It’s easy to forget how much time we straddle.
This post last week sent me on a small trip back in time to my childhood. The reminiscence continued last night over barbecued trout and new potatoes with Paul, who grew up about 15 miles away from where I did. Both of us shared some basic experiences of the rural areas we knew as kids disappearing in the intervening period.
The fields across which I used to walk the dog, tractor ruts to the top of your boots, are now housing estates leading down to a marina where several million pounds worth of yachts now sit flatly, the waves being completely stilled by the cunning design of the outlet to the river.
I remember the first supermarket in the area opening up: a twenty minute drive to a great aircraft hangar of a building. Whenever I return home, walking down the High Street, I can recall the sequence of the shops put out of business by that supermarket.
Baker, butcher, greengrocer, dry goods, chemist, stationers.
The sugary smell of the chemist; all those sweets it used to sell to mothers trying to keep the kids quiet as they trailed round the shops in the same order each day. The fact that buying even bread would involve having a couple of conversations. Being sent down the road with a pound note to buy fags.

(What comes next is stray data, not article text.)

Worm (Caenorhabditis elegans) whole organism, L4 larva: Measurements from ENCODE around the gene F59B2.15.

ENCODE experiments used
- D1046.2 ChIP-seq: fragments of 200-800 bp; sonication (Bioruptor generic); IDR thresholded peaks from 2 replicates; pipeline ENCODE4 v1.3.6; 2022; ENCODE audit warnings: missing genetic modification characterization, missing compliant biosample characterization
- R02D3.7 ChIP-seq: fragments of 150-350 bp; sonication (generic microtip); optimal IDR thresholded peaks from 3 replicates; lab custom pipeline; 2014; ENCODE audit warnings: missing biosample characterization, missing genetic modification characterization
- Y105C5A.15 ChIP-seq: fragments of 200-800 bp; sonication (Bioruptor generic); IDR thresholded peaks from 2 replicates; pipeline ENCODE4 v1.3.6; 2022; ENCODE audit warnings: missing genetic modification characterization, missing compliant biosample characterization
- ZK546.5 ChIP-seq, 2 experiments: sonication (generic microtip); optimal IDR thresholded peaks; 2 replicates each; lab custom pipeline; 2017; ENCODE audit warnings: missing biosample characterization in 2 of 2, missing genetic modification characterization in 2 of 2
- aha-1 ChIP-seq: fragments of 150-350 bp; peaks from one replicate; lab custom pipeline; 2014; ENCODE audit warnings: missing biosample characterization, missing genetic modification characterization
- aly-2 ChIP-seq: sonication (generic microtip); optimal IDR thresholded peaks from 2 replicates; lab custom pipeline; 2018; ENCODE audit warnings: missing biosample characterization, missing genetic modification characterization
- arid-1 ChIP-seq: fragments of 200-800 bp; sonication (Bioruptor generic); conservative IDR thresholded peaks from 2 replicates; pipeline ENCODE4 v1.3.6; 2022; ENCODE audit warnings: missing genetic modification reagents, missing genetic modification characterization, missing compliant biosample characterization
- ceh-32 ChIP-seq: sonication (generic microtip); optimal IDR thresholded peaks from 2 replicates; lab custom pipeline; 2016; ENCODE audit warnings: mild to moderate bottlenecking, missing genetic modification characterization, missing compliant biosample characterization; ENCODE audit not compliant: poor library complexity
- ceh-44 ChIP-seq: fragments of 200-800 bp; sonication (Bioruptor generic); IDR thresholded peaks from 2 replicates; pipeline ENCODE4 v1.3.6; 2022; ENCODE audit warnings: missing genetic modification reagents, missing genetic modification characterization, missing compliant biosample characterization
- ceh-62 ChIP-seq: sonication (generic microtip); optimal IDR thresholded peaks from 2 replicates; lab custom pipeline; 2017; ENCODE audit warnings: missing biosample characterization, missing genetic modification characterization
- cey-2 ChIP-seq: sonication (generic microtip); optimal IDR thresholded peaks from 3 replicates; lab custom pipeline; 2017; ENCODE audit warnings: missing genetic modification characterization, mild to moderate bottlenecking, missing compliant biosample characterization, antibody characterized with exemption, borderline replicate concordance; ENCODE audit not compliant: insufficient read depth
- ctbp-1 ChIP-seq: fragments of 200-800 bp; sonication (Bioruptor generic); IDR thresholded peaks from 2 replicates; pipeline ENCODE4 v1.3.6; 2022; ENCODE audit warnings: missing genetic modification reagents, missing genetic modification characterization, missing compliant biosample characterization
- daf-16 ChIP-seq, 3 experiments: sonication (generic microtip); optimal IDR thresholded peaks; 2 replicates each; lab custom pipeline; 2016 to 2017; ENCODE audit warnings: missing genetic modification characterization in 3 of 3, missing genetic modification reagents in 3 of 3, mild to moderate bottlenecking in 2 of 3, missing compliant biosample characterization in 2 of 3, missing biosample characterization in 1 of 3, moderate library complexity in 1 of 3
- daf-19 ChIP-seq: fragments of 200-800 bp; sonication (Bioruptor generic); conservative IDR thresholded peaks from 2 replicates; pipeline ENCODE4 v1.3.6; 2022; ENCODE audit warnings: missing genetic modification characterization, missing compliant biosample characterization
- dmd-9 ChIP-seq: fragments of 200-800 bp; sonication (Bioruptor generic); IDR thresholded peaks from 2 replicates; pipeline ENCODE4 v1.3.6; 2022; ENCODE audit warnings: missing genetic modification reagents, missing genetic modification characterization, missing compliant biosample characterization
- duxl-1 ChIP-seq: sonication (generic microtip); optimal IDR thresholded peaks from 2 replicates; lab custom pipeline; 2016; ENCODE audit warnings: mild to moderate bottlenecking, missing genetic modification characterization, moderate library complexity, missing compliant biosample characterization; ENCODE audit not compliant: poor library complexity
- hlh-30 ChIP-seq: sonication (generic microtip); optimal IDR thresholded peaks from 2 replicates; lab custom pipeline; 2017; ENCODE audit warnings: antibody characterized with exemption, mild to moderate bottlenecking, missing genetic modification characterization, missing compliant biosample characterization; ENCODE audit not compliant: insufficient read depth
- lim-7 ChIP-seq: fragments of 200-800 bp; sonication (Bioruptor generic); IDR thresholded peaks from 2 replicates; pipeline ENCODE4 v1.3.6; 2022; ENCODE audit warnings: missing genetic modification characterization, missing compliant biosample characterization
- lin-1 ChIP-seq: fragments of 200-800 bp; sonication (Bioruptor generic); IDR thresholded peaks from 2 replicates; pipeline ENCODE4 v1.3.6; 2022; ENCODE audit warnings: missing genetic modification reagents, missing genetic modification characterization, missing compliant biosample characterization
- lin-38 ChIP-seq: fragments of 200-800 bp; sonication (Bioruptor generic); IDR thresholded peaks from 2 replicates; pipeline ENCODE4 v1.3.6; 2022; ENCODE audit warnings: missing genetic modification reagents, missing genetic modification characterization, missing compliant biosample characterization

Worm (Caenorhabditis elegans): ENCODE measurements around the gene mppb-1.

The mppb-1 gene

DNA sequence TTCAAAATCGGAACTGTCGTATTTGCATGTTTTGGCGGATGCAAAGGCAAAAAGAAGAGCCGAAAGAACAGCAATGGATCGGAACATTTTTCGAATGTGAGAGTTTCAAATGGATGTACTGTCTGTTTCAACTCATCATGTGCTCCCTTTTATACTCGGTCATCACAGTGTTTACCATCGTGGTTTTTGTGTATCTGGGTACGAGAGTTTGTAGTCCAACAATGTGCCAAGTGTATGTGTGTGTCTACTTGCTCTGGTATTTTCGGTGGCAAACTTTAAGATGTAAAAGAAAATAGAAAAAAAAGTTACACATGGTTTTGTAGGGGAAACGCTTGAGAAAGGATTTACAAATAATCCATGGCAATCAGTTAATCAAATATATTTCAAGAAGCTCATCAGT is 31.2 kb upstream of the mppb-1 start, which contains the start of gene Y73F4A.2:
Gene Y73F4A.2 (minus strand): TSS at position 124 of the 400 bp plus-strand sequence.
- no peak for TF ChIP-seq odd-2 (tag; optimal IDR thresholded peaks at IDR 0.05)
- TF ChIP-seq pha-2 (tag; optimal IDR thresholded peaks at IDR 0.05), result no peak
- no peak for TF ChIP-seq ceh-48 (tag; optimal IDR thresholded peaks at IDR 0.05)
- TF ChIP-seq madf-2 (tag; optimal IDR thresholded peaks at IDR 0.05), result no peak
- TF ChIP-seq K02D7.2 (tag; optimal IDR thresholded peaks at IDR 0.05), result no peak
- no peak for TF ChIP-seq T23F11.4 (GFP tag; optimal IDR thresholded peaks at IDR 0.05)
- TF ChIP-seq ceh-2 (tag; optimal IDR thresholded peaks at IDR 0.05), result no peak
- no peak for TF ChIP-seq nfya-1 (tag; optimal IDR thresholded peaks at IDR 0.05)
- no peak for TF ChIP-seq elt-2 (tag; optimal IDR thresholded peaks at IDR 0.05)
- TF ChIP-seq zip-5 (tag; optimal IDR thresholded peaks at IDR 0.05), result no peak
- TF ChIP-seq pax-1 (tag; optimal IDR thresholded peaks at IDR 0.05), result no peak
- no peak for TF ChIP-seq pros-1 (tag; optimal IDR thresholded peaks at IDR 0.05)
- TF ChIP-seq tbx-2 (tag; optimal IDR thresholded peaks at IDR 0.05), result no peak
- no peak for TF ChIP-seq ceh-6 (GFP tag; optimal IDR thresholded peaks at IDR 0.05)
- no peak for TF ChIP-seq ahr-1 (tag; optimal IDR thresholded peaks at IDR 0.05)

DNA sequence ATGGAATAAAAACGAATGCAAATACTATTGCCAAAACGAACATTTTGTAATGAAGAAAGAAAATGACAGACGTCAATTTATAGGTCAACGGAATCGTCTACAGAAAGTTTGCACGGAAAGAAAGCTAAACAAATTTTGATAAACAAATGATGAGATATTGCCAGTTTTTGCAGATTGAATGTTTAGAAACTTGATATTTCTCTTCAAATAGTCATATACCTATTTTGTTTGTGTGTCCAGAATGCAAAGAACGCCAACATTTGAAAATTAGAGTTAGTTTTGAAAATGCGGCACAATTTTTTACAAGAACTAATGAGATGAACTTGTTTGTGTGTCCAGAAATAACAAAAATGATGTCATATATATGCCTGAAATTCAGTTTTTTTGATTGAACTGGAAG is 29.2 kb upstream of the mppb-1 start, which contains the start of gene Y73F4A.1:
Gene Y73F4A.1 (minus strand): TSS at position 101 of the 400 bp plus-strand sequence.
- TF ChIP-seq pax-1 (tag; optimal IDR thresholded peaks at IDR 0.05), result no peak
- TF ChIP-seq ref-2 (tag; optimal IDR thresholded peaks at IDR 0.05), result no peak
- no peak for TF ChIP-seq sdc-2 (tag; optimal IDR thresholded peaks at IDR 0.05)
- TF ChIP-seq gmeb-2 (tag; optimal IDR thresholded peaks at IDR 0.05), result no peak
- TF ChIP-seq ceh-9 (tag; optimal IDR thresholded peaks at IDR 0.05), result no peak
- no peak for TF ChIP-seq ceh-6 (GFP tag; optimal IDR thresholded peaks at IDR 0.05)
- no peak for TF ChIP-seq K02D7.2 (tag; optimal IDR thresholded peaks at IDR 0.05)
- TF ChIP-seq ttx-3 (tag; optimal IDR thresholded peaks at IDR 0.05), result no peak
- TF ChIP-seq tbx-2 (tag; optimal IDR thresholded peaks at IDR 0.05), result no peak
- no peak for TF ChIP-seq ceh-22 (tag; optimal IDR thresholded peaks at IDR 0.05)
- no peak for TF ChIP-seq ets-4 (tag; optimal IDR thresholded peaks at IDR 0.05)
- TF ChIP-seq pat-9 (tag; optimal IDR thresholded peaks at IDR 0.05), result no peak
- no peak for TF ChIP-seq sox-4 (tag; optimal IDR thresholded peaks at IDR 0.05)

Sweet Jesus, I’m turning into Alan Bennett.
My eye alighted this morning on the word ‘cove’ in its secondary meaning of man or fellow. I can’t have heard this usage in nearly twenty years, not since, as a kid, the examining doctor told me I was “a fair-skinned sort of a cove” and I should be careful in the sun.
Doctors, my doctor friends always tell me, live in a different world. I suspect that they can afford to live in the past. I don’t necessarily mean that detrimentally; I mean that their profession affords continuity, a firmer grip on the time that has been traversed.
Almost nothing I do professionally or socially would have been the same twenty years ago. Buying fresh bread, hot out of the oven, now appears as a luxurious exercise only possible in expensive delis or 24 hour shops with pretensions above their station. It’s difficult to believe that it was only 25 years ago that most mornings would involve someone coming back from the bakery, the bread warming their hands.